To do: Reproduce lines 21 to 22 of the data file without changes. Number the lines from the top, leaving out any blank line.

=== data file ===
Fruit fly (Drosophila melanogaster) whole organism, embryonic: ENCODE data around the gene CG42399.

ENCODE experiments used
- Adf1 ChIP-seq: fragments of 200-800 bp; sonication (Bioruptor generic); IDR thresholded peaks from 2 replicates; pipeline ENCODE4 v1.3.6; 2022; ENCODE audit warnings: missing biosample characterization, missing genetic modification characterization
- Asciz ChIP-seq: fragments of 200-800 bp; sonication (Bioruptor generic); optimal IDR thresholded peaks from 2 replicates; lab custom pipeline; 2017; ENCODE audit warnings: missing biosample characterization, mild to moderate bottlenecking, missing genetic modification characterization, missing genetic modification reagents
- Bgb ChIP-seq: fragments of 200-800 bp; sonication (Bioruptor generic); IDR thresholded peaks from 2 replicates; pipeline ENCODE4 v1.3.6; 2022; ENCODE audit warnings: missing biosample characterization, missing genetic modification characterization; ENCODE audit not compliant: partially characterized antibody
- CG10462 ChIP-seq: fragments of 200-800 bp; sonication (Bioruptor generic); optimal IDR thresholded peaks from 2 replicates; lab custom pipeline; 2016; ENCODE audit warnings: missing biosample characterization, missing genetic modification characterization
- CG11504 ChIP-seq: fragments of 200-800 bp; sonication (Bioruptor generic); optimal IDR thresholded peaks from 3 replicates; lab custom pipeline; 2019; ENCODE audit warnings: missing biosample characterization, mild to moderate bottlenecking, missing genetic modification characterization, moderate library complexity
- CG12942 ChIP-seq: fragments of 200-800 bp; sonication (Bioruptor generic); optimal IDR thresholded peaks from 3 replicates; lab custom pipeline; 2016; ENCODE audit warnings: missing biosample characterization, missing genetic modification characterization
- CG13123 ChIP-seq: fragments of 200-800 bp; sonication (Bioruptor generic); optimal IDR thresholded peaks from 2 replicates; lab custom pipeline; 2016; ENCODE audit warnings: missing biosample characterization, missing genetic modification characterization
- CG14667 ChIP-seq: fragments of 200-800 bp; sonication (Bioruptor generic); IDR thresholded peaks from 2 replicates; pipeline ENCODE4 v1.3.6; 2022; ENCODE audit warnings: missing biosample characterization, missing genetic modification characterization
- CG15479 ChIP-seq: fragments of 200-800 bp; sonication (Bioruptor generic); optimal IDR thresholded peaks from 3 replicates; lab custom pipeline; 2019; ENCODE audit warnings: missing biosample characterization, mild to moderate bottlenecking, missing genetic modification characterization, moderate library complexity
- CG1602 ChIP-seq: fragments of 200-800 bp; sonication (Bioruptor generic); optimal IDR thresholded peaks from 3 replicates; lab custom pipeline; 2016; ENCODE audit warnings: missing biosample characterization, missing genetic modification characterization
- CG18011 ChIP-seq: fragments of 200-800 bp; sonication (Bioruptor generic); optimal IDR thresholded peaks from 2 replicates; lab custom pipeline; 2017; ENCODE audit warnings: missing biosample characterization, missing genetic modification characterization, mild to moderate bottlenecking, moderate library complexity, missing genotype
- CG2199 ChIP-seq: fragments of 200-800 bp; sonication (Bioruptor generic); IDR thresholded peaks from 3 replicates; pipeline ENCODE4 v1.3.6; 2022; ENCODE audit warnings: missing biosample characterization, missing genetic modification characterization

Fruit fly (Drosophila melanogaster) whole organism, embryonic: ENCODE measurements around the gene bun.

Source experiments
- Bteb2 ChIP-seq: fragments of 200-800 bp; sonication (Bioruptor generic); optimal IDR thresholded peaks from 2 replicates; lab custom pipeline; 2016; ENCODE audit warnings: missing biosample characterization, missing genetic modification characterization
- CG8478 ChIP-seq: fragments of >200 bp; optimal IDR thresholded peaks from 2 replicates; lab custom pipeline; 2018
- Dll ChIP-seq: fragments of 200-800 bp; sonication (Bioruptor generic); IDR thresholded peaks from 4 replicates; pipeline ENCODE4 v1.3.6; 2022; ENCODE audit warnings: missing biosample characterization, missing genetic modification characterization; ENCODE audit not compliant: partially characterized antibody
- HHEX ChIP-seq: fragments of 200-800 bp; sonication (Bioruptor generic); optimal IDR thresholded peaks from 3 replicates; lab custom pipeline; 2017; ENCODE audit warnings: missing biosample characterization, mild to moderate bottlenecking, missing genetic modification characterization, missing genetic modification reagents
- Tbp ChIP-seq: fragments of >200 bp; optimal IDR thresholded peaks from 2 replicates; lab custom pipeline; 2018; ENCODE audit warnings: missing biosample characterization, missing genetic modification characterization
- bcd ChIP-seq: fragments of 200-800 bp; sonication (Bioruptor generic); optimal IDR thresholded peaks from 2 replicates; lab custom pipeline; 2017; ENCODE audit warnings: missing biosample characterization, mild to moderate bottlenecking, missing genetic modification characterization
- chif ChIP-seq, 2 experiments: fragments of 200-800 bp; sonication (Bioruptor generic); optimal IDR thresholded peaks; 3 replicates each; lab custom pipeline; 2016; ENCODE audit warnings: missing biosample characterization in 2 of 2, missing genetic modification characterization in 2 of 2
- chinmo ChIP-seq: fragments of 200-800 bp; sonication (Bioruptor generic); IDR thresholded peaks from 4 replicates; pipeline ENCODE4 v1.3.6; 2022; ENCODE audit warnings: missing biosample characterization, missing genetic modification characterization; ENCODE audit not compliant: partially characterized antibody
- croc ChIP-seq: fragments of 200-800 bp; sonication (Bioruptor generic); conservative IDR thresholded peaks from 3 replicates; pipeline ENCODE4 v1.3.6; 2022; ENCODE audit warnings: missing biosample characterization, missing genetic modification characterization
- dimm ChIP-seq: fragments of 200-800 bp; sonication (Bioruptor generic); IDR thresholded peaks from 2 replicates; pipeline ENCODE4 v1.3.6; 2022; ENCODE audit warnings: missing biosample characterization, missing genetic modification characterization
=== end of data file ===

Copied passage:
- Tbp ChIP-seq: fragments of >200 bp; optimal IDR thresholded peaks from 2 replicates; lab custom pipeline; 2018; ENCODE audit warnings: missing biosample characterization, missing genetic modification characterization
- bcd ChIP-seq: fragments of 200-800 bp; sonication (Bioruptor generic); optimal IDR thresholded peaks from 2 replicates; lab custom pipeline; 2017; ENCODE audit warnings: missing biosample characterization, mild to moderate bottlenecking, missing genetic modification characterization